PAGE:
Americans are twice as likely to prefer an undemocratic government in Egypt over an elected, Islamist government.
On July 3rd the Egyptian military overthrew the government of President Mohamed Morsi in a coup, arresting him and hundreds of other leading members of the Muslim Brotherhood. The army seized power after mass protests in Cairo and other major Egyptian cities demanding fresh elections. President Morsi had been elected with over half the vote in Egypt's first free and fair election a little over a year ago. Morsi had become highly unpopular at least with Egypt's urban population and was widely criticized for failing to effectively tackle Egypt's major economic problems even as he pushed an increasingly Islamist domestic agenda.
The latest YouGov research shows that nearly half of Americans are undecided about whether an un-elected government is preferable to an elected, Islamist government, but among those who do express an opinion, 36% would prefer to see an un-elected, non-Islamist government similar to the current military government. Only 19% prefer to see an elected, Islamist government.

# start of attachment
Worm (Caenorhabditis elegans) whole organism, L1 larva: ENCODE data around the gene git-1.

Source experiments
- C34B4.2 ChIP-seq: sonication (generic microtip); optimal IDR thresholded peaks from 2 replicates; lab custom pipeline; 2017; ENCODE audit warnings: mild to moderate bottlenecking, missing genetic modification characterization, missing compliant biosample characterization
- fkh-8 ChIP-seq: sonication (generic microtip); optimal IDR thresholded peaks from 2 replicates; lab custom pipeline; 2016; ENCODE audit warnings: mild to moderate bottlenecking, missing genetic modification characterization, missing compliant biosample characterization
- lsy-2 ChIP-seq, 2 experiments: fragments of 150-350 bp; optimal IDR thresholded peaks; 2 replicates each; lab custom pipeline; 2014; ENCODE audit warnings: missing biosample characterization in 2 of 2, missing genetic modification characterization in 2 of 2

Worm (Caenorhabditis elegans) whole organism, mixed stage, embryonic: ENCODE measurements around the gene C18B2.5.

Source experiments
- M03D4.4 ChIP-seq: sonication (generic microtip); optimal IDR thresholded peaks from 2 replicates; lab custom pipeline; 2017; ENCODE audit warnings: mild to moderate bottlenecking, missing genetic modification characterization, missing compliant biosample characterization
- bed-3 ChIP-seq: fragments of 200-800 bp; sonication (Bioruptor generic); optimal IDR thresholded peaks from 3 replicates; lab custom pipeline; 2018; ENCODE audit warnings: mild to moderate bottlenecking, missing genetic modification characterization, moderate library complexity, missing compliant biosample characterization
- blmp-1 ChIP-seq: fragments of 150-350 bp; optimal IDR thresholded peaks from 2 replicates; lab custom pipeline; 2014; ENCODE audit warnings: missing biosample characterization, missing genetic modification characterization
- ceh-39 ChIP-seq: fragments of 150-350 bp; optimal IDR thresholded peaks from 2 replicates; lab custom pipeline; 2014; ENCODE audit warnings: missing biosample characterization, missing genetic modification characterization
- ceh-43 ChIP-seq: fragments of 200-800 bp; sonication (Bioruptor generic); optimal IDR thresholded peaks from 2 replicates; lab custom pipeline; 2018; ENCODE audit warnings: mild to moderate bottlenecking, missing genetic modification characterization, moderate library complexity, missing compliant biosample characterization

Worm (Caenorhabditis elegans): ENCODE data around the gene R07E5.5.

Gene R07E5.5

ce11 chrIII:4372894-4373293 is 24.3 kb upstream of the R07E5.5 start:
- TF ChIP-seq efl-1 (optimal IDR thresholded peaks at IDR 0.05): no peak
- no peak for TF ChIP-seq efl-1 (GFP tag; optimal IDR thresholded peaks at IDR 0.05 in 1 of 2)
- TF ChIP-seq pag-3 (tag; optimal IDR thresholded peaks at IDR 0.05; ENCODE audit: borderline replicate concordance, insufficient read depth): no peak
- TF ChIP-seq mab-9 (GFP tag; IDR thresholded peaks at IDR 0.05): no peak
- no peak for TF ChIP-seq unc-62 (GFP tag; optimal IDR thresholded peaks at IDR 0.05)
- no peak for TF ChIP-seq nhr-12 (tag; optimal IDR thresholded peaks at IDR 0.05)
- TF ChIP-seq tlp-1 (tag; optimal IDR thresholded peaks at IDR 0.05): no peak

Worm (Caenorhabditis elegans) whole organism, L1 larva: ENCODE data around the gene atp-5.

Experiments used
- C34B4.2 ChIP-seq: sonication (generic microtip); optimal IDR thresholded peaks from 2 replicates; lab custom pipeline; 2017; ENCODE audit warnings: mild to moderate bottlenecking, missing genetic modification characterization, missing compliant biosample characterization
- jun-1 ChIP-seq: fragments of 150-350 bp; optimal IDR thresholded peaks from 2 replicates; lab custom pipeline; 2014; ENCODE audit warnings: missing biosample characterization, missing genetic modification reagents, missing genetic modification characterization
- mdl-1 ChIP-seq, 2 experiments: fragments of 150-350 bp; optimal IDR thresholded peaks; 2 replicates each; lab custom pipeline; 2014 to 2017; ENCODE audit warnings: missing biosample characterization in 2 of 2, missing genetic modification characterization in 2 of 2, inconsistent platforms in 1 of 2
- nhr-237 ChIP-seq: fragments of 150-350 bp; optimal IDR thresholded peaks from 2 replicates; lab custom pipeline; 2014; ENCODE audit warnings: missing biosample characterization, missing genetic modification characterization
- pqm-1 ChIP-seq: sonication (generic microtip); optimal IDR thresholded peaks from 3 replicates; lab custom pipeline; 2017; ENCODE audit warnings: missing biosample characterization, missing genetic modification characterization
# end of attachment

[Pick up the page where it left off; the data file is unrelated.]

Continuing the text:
Republicans are by far the most supportive of an un-elected, non-Islamist government in Egypt, with 56% favoring that and only 10% preferring an elected, Islamist government. Democrats are more evenly split, with 29% favoring an elected, Islamist government and 24% an un-elected government.
The Obama Administration has held back from describing the Egyptian military's takeover as a coup, and has encouraged all parties involved to agree on a timetable for future elections to be contested by all parties.
Complete results are available here.